be equidistant from the three sides. Hence you get the incenter which will be equidistant

from the sides, that distance is the inradius and you can draw the incircle.

**Similarly any point on the perpendicular bisector will be equidistant from the end-points
**

of the segment. Hence the intersection will be equidistant from the vertices so that gives

you the circumcenter and you can draw the circumcircle from the same point.

Important Triangles

Equilateral Triangle

**Know all the following things inside out.
**

1. Area, height

2. It is composed of two 30-60-90 triangles

3. Circumradius = side / root(3)

4. Inradius = side / 2xsquareroot (3)

5. The only triangle where all points that is, incenter, circumcenter, orthocenter, centroid

intersect.

Right angled triangle

**Circumradius can be found as half of hypotenuse, Inradius can be found using the area
**

formula i.e. 0.5xbxh = 0.5 (inradius)x(semi-perimeter).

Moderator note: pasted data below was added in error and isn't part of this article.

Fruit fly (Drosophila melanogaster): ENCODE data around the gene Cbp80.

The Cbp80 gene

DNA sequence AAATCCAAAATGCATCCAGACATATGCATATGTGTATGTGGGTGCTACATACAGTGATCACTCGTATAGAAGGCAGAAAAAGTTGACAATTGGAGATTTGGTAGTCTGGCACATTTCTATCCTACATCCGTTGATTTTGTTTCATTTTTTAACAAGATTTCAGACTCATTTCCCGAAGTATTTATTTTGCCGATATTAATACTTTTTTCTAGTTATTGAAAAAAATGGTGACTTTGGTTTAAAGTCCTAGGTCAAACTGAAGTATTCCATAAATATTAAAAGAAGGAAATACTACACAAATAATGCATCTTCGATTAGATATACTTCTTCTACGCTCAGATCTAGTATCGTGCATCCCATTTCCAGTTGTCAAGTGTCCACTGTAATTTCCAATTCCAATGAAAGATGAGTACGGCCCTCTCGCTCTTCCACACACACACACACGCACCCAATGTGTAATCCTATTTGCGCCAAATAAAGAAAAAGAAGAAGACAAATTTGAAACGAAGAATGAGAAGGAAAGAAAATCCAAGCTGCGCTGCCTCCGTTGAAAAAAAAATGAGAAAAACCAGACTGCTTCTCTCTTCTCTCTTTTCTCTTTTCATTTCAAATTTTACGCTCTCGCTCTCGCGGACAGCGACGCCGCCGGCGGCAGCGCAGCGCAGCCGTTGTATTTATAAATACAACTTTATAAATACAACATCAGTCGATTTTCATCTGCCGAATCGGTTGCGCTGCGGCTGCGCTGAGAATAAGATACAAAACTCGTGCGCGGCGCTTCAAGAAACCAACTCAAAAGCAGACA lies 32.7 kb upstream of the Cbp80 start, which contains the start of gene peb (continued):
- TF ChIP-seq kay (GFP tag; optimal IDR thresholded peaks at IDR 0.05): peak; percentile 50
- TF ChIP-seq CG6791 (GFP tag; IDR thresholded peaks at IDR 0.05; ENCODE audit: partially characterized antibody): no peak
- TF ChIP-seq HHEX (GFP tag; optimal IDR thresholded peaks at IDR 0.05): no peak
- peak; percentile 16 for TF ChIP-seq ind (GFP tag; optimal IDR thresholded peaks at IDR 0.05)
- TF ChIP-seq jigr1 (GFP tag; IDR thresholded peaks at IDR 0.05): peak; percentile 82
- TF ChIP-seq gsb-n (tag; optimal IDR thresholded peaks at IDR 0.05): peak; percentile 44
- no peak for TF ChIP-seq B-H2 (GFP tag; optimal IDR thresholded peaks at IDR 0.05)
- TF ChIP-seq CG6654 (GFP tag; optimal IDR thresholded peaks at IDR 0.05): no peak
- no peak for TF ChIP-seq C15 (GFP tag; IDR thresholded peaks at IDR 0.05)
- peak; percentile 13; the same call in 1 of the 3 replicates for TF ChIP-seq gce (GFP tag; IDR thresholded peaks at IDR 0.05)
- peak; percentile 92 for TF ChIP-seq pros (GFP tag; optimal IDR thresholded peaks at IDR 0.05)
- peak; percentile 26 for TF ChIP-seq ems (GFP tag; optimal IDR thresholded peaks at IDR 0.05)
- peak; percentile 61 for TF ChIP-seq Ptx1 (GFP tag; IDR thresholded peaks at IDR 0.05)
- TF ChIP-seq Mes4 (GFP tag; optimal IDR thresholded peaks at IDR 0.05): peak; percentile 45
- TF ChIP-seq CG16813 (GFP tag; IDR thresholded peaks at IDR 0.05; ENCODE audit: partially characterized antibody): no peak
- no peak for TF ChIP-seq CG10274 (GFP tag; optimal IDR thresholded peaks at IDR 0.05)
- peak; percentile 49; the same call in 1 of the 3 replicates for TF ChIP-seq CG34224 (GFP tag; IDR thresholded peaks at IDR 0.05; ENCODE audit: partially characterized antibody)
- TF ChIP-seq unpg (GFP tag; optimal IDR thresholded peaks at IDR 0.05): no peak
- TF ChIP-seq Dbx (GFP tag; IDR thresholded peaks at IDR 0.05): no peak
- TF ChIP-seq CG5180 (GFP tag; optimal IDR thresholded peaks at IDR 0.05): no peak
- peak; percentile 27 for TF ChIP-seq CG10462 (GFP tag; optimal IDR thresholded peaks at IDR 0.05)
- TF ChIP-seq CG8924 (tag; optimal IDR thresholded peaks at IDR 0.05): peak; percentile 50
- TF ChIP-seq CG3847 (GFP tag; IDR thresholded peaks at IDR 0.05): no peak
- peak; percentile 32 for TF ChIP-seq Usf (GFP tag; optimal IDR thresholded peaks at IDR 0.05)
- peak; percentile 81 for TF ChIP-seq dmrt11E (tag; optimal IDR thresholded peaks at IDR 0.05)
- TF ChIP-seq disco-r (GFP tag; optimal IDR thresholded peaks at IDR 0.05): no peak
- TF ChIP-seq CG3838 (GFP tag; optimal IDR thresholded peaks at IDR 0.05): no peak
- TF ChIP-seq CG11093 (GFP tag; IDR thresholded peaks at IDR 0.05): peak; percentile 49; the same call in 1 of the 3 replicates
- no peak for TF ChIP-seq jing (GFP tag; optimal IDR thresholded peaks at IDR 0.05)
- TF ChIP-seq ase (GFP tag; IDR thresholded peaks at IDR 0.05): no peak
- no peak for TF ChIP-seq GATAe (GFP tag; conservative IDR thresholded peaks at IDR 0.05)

**Pay special attention to these triangles.
**

1. 3-4-5 know its inradius (1), its circumradius = 1/2 of hypotenuse = 2.5, its area.

2. 5-12-13 triangle, here inradius is 2, circumradius = 6.5.

3. 30-60-90 triangle can be seen as half of an equilateral triangle so sides opposite the

respective angles bear the ratio of 1:squareroot(3):2.

4. 45-45-90 can be seen as half of a square so in a similar fashion sides bear the ratio of

1:1:squareroot(2).

How does knowing all these triangles help?

**Good Question. A lot of times I have solved tougher triangle problems which was based
**

on sides a,b,c and changed that to an equilateral triangle or if the sides are distinct to a 3-

4-5 triangle got the required answer and re-substituted a,b,c with the required numbers.

Believe me it is much faster. Also comfort with these basic triangles means a lot of on-

paper solving reduces. So lets hope this was helpful. I will start looking squarely at

polygons and circles now.